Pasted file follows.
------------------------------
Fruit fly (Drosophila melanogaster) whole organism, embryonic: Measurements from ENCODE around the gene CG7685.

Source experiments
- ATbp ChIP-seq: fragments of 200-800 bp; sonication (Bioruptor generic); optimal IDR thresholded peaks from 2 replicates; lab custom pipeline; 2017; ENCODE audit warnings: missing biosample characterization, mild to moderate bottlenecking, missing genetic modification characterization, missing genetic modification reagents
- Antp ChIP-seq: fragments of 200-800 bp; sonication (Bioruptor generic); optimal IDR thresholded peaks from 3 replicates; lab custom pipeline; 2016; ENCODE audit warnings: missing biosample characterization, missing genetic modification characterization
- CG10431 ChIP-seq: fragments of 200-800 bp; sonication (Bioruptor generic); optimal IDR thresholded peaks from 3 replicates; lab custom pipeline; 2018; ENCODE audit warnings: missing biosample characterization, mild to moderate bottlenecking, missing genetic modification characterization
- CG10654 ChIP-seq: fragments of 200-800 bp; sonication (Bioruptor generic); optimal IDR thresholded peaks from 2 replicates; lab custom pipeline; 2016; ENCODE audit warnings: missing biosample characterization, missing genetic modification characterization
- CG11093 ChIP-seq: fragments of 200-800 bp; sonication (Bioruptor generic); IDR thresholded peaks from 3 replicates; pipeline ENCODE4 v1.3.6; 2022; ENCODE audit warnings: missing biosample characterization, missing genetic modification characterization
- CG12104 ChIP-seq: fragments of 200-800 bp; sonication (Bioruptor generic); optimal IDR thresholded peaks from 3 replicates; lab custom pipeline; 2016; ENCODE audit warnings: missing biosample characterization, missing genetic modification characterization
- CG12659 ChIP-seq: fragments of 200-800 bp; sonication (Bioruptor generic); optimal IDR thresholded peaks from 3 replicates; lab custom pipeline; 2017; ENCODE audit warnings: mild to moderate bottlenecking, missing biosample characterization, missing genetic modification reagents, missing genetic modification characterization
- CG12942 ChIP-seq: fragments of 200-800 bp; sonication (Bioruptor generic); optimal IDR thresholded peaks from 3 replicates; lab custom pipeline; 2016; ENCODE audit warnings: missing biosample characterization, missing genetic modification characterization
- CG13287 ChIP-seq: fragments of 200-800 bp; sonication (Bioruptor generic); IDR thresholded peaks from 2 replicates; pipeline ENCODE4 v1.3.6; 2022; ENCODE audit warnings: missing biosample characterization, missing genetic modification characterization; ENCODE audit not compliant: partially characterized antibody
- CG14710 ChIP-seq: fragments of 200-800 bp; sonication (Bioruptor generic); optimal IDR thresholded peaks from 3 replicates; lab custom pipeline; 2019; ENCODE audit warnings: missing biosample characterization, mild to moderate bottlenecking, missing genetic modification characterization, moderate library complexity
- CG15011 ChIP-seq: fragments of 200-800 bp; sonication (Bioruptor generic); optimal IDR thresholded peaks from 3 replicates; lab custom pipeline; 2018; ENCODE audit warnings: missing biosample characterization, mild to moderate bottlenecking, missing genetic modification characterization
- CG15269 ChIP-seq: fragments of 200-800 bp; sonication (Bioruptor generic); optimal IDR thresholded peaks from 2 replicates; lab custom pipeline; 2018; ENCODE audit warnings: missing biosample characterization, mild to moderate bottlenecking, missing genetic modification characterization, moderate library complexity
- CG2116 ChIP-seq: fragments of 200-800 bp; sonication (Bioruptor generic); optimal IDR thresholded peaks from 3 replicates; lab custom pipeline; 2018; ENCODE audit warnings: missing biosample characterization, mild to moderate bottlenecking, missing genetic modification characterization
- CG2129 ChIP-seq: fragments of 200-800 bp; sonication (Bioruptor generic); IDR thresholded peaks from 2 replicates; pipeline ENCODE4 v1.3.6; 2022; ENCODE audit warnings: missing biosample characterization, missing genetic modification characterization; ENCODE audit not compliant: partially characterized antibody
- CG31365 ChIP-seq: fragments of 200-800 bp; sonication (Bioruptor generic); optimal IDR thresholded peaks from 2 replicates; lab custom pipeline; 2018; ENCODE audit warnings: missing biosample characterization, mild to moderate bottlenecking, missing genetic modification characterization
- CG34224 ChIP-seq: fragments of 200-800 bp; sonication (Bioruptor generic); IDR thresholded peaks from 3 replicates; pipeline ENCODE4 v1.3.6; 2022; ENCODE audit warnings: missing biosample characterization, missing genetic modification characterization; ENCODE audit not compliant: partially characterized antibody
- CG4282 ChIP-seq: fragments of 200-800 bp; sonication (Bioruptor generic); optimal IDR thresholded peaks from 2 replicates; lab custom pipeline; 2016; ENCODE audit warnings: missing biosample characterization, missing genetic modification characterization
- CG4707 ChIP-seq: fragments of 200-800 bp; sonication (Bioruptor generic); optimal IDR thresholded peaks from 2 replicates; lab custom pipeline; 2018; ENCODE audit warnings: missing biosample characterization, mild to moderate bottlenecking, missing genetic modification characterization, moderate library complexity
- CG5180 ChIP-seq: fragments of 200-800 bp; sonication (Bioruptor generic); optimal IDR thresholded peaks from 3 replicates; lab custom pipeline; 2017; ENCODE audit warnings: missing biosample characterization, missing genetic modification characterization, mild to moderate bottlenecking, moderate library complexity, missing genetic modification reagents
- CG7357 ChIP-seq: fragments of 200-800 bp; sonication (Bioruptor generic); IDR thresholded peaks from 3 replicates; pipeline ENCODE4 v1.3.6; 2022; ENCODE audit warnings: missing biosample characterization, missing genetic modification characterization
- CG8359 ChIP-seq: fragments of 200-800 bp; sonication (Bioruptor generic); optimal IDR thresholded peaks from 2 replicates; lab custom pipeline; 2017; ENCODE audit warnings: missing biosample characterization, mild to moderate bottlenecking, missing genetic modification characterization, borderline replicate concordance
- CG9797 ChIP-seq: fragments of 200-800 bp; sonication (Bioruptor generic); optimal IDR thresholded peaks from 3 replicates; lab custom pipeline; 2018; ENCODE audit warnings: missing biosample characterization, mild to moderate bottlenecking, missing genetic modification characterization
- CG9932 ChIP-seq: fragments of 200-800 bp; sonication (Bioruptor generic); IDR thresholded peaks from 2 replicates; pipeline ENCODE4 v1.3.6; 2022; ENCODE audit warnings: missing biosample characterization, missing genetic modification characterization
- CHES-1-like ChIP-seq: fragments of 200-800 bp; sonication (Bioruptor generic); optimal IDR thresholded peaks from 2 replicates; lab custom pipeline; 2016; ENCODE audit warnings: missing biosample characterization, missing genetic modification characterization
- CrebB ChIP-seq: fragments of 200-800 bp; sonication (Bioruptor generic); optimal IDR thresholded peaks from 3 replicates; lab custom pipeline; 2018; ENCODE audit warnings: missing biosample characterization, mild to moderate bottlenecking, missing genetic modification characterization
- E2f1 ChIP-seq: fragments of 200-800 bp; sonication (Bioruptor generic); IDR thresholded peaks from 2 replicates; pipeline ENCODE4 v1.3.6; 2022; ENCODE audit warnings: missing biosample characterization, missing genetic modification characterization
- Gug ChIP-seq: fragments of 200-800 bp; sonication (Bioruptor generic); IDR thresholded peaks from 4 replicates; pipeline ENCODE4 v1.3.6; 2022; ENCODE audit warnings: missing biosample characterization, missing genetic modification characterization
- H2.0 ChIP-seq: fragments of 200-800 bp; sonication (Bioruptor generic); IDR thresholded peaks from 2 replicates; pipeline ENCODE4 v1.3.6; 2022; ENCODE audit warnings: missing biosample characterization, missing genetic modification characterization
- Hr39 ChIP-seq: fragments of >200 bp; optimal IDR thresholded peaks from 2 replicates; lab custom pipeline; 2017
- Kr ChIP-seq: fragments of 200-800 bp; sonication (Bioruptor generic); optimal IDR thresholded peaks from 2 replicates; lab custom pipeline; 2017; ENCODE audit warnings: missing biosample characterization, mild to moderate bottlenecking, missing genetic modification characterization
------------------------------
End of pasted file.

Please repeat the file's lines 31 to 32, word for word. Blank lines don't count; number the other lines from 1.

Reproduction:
- Hr39 ChIP-seq: fragments of >200 bp; optimal IDR thresholded peaks from 2 replicates; lab custom pipeline; 2017
- Kr ChIP-seq: fragments of 200-800 bp; sonication (Bioruptor generic); optimal IDR thresholded peaks from 2 replicates; lab custom pipeline; 2017; ENCODE audit warnings: missing biosample characterization, mild to moderate bottlenecking, missing genetic modification characterization